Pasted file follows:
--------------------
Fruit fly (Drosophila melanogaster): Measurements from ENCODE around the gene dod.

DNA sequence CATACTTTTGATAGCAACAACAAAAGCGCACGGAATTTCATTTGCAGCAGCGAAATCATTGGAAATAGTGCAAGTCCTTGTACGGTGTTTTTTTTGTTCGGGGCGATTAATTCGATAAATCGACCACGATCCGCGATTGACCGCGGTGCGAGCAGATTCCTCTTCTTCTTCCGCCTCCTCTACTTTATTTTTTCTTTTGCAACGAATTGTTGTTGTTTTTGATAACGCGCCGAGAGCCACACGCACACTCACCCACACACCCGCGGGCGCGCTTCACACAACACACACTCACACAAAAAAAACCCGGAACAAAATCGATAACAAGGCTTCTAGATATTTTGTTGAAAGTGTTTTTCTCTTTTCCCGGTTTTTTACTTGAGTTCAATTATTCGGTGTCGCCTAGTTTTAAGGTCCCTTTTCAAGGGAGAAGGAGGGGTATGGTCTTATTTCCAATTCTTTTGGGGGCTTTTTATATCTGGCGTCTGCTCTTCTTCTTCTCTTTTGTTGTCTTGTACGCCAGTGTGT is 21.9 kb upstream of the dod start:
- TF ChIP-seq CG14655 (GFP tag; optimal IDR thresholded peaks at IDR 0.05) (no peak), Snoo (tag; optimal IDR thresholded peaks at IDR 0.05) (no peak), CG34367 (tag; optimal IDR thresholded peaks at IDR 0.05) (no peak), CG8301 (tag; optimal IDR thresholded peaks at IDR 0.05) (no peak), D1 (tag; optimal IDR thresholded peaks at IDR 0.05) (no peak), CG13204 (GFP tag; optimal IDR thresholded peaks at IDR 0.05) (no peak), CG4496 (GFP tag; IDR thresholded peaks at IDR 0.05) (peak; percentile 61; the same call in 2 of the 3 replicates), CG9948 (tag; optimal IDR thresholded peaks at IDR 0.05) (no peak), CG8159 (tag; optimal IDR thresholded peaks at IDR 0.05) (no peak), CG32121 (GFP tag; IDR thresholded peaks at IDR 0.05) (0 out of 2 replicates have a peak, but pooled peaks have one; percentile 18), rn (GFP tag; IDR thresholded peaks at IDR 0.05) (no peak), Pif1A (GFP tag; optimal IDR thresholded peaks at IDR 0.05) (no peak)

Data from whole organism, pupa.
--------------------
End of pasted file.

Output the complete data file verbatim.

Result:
Fruit fly (Drosophila melanogaster): Measurements from ENCODE around the gene dod.

DNA sequence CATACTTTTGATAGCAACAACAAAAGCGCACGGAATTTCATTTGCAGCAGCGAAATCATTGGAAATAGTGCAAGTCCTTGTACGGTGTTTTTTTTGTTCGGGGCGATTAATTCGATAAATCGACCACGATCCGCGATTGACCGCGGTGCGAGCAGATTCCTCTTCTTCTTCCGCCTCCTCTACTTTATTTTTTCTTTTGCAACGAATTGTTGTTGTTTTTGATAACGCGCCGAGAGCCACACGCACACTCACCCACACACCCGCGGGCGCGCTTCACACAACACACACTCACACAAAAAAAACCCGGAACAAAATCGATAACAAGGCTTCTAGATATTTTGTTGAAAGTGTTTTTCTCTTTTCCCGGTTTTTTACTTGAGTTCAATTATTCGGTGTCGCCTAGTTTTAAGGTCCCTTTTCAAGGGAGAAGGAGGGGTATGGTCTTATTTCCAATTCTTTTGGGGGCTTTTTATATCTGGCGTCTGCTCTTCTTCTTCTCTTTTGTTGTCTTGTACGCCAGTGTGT is 21.9 kb upstream of the dod start:
- TF ChIP-seq CG14655 (GFP tag; optimal IDR thresholded peaks at IDR 0.05) (no peak), Snoo (tag; optimal IDR thresholded peaks at IDR 0.05) (no peak), CG34367 (tag; optimal IDR thresholded peaks at IDR 0.05) (no peak), CG8301 (tag; optimal IDR thresholded peaks at IDR 0.05) (no peak), D1 (tag; optimal IDR thresholded peaks at IDR 0.05) (no peak), CG13204 (GFP tag; optimal IDR thresholded peaks at IDR 0.05) (no peak), CG4496 (GFP tag; IDR thresholded peaks at IDR 0.05) (peak; percentile 61; the same call in 2 of the 3 replicates), CG9948 (tag; optimal IDR thresholded peaks at IDR 0.05) (no peak), CG8159 (tag; optimal IDR thresholded peaks at IDR 0.05) (no peak), CG32121 (GFP tag; IDR thresholded peaks at IDR 0.05) (0 out of 2 replicates have a peak, but pooled peaks have one; percentile 18), rn (GFP tag; IDR thresholded peaks at IDR 0.05) (no peak), Pif1A (GFP tag; optimal IDR thresholded peaks at IDR 0.05) (no peak)

Data from whole organism, pupa.